Angels sign Mike Trout for $1 million, keep working on long-term extension

22 Comments

While reports swirl about their long-term contract talks the Angels have given Mike Trout a $1 million salary for 2014, which is almost double what they were required to pay him based on his service time.

That makes sense, from a performance standpoint and from a keeping Trout happy standpoint, and it also hints at an extension being close to finished because by finalizing his 2014 salary the Angels clear the way for the average annual value of any long-term deal to begin counting in 2015 for luxury tax purposes.

Or, put another way: By signing him for $1 million this season and then announcing a long-term extension after that the Angels can avoid pushing their current payroll into luxury tax territory.

UPDATE: $1 million is the highest salary ever for a pre-arbitration player on a contract renewal, topping $900,000 for Ryan Howard a while back.

Joe Maddon ejected in eighth inning of NLCS Game 4 after umpires overturn a Wade Davis strikeout

Jonathan Daniel/Getty Images
Leave a comment

Cubs manager Joe Maddon was once again ejected from an NLCS game, this time in Game 4.

In the top of the eighth inning, closer Wade Davis found himself in a bit of a pickle. He gave up a leadoff home run to Justin Turner, cutting the Cubs’ lead to 3-2. Davis then walked Yasiel Puig. He was able to get Andre Ethier to pop up, bringing up Curtis Granderson. Granderson worked the count 2-2, then fouled off a pitch. And then he appeared to swing through a curve that bounced in the dirt. Catcher Willson Contreras applied the tag for the out, but Granderson argued to home plate umpire Jim Wolf that he made slight contact with the ball, so it was a foul ball.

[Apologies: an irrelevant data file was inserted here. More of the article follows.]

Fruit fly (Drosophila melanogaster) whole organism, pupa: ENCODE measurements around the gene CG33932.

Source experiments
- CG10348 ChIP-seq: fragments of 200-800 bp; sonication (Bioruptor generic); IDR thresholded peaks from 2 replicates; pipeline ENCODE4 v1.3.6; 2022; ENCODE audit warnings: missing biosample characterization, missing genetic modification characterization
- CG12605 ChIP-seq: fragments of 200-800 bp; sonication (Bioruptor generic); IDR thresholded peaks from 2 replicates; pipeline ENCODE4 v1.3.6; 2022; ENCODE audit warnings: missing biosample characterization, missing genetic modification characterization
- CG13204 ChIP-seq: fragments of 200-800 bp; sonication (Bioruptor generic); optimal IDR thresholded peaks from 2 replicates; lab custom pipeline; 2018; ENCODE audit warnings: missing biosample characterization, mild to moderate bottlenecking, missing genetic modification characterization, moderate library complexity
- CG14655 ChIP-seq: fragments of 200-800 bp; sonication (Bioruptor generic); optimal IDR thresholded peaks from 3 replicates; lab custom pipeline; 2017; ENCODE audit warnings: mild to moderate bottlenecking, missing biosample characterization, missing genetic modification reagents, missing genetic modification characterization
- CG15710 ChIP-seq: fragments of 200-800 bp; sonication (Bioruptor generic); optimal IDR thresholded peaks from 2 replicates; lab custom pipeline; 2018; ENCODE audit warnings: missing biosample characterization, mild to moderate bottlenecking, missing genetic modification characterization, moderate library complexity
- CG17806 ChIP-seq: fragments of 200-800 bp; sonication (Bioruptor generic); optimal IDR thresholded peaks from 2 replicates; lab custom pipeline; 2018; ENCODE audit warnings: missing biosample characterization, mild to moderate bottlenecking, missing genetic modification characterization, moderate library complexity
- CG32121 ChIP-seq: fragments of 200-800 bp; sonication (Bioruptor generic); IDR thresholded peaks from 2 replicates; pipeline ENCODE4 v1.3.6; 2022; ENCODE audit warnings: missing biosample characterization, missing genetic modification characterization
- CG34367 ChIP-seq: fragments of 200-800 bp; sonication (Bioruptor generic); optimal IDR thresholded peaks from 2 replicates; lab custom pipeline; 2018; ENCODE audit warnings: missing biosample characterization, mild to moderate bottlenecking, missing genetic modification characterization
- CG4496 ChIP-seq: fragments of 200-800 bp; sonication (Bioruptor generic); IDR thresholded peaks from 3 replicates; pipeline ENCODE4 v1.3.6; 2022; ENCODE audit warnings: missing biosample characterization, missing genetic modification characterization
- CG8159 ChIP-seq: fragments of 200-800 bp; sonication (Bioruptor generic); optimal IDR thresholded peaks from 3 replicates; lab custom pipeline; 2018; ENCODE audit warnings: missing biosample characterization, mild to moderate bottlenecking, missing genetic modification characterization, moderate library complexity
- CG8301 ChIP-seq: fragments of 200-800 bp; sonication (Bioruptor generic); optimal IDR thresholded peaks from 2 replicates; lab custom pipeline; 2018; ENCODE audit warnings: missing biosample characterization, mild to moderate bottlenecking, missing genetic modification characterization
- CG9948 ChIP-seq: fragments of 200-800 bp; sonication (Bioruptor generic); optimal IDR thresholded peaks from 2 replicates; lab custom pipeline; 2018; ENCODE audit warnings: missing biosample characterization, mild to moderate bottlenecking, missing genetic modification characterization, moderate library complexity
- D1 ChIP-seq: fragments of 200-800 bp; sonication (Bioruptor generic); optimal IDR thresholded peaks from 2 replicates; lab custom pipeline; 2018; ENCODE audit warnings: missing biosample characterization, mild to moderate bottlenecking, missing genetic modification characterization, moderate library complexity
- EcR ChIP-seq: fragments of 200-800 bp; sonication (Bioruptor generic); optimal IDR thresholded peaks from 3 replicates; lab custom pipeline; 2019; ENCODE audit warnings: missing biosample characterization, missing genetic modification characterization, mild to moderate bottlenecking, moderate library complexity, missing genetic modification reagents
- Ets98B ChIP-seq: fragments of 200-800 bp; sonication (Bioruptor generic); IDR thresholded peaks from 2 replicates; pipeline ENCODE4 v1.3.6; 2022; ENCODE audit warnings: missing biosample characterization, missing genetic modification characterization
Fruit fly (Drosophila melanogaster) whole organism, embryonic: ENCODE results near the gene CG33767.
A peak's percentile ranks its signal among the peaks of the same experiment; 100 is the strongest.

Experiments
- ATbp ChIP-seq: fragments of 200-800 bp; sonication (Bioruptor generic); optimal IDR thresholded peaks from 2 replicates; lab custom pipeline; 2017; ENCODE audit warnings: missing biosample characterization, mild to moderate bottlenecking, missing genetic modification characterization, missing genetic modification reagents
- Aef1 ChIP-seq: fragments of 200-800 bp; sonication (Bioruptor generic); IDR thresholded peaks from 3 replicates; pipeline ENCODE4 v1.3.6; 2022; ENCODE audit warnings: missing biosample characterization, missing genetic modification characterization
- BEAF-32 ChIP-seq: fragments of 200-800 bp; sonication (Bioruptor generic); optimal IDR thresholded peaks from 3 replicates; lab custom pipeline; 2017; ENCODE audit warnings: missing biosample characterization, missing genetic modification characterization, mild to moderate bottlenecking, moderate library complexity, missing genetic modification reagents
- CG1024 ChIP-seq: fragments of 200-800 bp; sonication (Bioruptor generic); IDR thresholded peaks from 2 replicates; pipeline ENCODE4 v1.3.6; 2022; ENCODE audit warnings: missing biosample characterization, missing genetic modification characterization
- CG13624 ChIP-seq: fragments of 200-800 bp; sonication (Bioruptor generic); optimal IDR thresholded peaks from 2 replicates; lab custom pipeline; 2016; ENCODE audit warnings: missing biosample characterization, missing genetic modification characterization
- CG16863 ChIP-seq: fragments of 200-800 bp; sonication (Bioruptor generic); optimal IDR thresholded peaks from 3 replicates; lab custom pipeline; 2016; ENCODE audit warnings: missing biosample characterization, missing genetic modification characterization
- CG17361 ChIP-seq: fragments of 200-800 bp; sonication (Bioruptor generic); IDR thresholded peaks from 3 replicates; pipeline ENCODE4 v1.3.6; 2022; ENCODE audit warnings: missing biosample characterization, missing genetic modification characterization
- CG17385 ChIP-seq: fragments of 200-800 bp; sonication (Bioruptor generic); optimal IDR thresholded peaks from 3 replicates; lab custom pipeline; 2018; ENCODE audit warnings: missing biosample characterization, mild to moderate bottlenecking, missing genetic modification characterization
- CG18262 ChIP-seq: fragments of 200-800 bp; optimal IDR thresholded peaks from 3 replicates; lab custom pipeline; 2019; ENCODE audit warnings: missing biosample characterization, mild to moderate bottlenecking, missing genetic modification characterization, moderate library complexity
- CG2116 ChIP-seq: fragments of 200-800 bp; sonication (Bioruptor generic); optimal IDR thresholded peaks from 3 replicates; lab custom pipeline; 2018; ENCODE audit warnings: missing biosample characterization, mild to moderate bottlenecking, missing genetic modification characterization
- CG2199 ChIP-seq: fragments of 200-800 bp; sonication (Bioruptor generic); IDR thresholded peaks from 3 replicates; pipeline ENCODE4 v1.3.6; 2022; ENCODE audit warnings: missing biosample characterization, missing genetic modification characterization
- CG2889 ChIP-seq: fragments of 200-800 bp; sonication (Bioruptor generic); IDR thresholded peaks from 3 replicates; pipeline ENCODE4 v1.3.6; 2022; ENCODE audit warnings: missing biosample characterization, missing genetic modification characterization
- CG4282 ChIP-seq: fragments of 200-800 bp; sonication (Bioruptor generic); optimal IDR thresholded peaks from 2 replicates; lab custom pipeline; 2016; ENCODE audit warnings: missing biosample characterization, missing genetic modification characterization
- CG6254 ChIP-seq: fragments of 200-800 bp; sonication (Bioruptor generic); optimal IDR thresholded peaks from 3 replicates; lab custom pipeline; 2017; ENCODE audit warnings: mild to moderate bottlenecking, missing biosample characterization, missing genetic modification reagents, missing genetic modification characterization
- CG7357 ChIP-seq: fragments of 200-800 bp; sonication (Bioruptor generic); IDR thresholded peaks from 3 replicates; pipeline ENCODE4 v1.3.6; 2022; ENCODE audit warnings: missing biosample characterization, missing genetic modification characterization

Wolf conferred with the other umpires. After a brief delay, the strikeout was overturned and Granderson was given new life in the batter’s box. Only… replays showed that Wolf got it right the first time.

Understandably, Maddon was livid. On the broadcast, one could see Maddon gesturing to the umpires to look at the replay on the video board behind the stands in left field. The argument fell on deaf ears and he was ejected. Thankfully for the Cubs, justice prevailed and Davis struck out Granderson on the next pitch.

It’ll be interesting to see if Maddon makes any political comparisons after the game. He likened the slide rule, the impetus behind his Game 1 ejection, to the soda tax.